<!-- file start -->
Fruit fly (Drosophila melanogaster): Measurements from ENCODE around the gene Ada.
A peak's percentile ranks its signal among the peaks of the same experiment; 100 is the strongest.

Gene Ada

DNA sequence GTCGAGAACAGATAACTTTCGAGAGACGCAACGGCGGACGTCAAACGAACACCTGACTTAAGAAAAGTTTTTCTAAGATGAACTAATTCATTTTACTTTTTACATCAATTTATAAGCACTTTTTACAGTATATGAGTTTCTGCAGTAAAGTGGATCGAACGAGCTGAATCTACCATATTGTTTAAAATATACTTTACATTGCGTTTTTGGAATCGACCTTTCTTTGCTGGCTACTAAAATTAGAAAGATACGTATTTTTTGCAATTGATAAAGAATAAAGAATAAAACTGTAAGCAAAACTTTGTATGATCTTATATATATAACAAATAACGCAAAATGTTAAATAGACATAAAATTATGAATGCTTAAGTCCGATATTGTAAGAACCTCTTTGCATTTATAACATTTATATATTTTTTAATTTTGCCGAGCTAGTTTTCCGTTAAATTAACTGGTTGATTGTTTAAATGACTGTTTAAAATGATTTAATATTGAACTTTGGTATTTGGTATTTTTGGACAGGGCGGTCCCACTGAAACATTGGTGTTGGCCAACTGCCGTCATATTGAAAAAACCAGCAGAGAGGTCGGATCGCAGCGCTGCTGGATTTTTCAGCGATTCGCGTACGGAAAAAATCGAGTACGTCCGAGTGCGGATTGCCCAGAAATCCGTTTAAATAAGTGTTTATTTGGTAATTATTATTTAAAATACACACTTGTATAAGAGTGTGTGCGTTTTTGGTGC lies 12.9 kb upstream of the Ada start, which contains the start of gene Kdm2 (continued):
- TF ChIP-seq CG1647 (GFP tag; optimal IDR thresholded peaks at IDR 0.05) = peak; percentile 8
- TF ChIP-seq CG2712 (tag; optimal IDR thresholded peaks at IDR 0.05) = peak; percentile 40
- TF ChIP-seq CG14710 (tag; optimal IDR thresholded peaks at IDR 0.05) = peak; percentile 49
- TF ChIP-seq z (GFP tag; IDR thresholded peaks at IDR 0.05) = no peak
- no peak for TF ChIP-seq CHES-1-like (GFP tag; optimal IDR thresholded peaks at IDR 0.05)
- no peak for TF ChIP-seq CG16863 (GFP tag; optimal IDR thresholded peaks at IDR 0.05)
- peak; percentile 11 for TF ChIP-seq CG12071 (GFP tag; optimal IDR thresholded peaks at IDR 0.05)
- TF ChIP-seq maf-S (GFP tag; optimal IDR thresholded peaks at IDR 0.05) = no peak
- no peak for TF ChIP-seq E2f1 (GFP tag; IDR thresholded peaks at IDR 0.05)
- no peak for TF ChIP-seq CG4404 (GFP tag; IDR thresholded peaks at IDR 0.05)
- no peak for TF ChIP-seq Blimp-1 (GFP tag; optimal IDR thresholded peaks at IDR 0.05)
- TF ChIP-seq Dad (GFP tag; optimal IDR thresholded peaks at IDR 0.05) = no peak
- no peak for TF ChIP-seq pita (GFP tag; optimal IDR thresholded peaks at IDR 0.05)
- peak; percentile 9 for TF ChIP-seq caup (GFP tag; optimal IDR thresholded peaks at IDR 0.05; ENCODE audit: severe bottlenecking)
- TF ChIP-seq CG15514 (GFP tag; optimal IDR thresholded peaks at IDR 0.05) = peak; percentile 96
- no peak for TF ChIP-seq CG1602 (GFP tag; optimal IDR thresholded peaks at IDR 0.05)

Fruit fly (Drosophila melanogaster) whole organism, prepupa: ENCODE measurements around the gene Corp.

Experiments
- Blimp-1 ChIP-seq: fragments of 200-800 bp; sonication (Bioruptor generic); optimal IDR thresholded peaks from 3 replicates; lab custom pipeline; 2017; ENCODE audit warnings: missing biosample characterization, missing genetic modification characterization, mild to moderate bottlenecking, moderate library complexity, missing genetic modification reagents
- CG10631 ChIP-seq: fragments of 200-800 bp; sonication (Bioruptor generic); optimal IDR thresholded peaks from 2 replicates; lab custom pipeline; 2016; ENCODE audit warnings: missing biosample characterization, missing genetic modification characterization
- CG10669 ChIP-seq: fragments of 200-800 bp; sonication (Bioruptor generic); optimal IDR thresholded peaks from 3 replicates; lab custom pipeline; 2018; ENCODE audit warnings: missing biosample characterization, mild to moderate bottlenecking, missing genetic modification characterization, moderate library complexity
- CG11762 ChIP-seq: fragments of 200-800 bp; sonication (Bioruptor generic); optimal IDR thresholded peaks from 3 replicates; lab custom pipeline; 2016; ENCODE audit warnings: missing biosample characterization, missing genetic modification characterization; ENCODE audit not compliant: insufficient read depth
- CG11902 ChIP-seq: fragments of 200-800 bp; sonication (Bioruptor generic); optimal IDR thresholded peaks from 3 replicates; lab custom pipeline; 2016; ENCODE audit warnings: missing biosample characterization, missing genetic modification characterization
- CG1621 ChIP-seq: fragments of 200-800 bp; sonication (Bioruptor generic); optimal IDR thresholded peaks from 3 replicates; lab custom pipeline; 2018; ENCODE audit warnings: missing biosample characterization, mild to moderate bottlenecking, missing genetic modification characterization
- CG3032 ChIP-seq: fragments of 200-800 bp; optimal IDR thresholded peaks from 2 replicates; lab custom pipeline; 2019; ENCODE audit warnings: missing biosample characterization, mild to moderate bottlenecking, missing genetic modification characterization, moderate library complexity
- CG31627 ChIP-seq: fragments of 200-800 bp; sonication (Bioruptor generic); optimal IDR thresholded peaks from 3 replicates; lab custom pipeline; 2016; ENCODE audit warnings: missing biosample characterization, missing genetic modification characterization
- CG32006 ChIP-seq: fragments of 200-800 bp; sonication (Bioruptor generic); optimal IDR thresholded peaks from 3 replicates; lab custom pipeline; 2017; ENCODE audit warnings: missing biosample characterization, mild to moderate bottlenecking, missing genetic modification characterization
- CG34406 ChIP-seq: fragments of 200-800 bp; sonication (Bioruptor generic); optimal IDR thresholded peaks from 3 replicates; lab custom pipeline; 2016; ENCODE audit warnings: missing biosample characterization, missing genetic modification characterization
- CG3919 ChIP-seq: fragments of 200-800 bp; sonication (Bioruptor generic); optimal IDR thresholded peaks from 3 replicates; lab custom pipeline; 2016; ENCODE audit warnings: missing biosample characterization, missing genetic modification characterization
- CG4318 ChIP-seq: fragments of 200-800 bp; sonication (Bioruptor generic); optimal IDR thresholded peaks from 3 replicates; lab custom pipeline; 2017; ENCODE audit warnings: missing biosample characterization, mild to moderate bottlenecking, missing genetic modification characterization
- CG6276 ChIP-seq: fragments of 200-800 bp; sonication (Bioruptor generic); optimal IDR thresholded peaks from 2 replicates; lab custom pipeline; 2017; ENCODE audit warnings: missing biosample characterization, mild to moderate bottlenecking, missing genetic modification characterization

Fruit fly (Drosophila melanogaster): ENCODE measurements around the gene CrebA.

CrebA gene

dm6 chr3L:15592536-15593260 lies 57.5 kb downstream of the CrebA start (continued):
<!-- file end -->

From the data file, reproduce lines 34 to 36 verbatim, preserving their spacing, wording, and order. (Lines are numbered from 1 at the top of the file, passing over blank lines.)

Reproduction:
- CG4318 ChIP-seq: fragments of 200-800 bp; sonication (Bioruptor generic); optimal IDR thresholded peaks from 3 replicates; lab custom pipeline; 2017; ENCODE audit warnings: missing biosample characterization, mild to moderate bottlenecking, missing genetic modification characterization
- CG6276 ChIP-seq: fragments of 200-800 bp; sonication (Bioruptor generic); optimal IDR thresholded peaks from 2 replicates; lab custom pipeline; 2017; ENCODE audit warnings: missing biosample characterization, mild to moderate bottlenecking, missing genetic modification characterization

Fruit fly (Drosophila melanogaster): ENCODE measurements around the gene CrebA.